- agile with reduced scope: 50%
- People that I met in the session:
- Bill Rosner from Capital Group who is on a Scrum team in California
- James Kauffman who is the ScrumMaster near Seattle
Do We Have a Good Coach or a Bad Coach? with speaker Alan Atlas
- all about learning: good or bad
- results for a coach: direct (eg. launching a Scrum team), indirect (eg. less bugs produced)
- the SKERT framework: Skills, Knowledge, Environment, Results, Type of coach
- get feedback on coach throughout the year
30 Minute Chat with Alan Atlas
The Scrum Alliance set up this great thing: Scrum To Go. A participant can sign up for a private session with an experience Scrum coach, I believe that all of them were Certified Scrum Coaches (CSC). So I signed up to speak with Alan Atlas. He was very kind and knowledgeable. I asked him about becoming a Certified Scrum Trainer (CST) and many questions about helping teams to use Agile and Scrum. He offered three things to help when team members are not buying-in or becoming empowered on the Scrum team. (1) Team members to convince themselves of its usefulness and validity. (2) Peer pressure from other team members to become active participants. (3) Cheap coaching tricks such as putting those against Scrum in charge (you are now the ScrumMaster) or getting those team members to research something and share it with the team. He said that we don’t like to do bad work, so they will try to get the task done.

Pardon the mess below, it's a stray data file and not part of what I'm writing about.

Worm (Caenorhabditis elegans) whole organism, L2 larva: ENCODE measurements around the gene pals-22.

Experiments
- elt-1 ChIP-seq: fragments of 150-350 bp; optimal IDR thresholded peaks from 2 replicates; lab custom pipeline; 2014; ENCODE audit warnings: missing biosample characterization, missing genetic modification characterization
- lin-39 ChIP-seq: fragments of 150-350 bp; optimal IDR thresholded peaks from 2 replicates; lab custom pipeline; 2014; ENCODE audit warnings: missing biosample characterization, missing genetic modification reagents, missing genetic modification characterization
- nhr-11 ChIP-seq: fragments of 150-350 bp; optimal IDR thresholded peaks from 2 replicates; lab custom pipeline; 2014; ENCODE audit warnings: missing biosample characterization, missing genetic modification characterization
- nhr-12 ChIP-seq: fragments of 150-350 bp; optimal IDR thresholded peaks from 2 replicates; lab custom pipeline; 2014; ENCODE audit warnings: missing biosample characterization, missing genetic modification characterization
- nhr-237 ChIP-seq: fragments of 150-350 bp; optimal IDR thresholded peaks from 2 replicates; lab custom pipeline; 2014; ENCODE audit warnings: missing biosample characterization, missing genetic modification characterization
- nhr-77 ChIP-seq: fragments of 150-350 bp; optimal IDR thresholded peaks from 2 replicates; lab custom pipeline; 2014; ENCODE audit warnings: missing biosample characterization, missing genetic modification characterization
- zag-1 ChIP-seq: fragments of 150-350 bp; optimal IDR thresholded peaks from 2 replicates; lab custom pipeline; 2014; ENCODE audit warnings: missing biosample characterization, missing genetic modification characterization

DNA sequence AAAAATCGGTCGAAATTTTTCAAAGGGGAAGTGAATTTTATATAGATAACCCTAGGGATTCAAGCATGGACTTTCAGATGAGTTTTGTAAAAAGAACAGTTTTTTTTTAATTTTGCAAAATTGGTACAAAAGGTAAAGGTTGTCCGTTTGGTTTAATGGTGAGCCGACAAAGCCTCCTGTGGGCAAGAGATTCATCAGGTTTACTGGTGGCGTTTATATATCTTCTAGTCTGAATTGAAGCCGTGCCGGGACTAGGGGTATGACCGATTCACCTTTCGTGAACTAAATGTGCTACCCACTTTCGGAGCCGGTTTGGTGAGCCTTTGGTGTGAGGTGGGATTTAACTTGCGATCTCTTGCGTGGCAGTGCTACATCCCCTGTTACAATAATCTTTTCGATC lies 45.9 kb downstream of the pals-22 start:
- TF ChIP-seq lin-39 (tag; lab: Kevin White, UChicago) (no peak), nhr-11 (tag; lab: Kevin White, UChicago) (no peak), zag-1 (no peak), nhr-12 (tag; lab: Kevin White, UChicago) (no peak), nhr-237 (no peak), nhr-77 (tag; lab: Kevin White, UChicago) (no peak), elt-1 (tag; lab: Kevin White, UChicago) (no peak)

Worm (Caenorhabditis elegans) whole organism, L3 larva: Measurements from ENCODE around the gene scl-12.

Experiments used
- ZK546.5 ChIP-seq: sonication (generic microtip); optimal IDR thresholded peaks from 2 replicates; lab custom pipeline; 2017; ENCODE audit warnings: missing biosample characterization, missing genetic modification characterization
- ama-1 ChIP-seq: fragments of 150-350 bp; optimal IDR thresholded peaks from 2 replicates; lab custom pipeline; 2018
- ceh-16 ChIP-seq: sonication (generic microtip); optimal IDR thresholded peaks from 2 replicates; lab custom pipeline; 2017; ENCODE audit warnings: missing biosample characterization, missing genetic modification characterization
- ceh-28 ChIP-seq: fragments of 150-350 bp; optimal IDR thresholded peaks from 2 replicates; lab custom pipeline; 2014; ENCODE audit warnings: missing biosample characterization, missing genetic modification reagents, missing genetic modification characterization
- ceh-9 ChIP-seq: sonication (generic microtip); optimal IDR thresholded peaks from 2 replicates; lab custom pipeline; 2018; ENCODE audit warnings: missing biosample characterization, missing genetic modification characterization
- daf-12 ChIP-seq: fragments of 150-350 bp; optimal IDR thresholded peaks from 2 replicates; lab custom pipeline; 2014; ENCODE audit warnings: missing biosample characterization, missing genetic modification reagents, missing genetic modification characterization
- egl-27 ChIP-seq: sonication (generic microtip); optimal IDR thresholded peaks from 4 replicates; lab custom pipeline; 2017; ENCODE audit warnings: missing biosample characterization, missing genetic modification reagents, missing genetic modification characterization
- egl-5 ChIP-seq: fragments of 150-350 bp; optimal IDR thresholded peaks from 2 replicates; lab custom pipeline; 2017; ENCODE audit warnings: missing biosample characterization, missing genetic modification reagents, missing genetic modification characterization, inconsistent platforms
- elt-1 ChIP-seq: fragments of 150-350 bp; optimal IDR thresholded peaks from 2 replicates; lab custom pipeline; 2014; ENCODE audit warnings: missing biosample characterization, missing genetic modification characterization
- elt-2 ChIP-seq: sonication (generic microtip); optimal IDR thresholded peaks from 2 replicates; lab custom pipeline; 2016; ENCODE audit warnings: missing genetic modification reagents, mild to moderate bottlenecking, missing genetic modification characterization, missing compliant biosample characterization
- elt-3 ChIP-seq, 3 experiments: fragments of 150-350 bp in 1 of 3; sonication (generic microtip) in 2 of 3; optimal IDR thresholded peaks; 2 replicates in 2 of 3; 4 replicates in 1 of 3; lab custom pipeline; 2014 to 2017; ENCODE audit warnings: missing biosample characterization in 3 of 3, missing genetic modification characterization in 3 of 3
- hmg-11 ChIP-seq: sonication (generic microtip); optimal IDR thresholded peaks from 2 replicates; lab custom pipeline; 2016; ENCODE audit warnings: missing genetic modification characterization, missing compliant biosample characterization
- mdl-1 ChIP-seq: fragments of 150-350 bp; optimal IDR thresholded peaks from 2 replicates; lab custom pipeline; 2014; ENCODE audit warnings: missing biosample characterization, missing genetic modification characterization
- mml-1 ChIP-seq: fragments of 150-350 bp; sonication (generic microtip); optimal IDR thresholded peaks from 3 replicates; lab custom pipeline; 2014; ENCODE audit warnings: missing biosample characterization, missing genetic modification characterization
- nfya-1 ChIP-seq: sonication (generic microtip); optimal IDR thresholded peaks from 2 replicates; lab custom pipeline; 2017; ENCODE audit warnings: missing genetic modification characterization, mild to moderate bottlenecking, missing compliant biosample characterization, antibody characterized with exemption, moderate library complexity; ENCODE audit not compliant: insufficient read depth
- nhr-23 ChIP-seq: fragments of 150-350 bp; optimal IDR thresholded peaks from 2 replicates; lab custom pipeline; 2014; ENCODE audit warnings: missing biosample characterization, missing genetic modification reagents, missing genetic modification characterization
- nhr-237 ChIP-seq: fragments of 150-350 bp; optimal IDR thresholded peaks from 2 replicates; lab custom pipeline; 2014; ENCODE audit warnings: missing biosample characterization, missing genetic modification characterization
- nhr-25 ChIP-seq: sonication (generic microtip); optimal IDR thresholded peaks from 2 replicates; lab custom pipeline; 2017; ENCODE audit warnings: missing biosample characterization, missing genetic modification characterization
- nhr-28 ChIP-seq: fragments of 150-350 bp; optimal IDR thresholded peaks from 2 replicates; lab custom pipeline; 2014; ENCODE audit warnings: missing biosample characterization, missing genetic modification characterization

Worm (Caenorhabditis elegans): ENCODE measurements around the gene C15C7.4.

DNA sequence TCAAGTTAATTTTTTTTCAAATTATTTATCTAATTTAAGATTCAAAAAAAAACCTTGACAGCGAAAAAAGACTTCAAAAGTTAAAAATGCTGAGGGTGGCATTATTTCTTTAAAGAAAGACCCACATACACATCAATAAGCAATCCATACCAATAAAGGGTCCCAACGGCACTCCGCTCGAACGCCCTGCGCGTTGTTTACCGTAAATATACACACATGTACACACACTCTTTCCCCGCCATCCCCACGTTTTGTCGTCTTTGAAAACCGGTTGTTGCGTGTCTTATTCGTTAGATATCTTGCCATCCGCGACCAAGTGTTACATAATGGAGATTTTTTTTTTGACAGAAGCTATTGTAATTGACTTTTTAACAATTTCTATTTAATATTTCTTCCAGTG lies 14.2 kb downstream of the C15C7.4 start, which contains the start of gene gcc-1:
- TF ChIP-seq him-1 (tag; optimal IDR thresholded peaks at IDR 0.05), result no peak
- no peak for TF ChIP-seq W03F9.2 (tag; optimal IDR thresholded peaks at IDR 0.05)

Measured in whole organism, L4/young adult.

Met Other Great People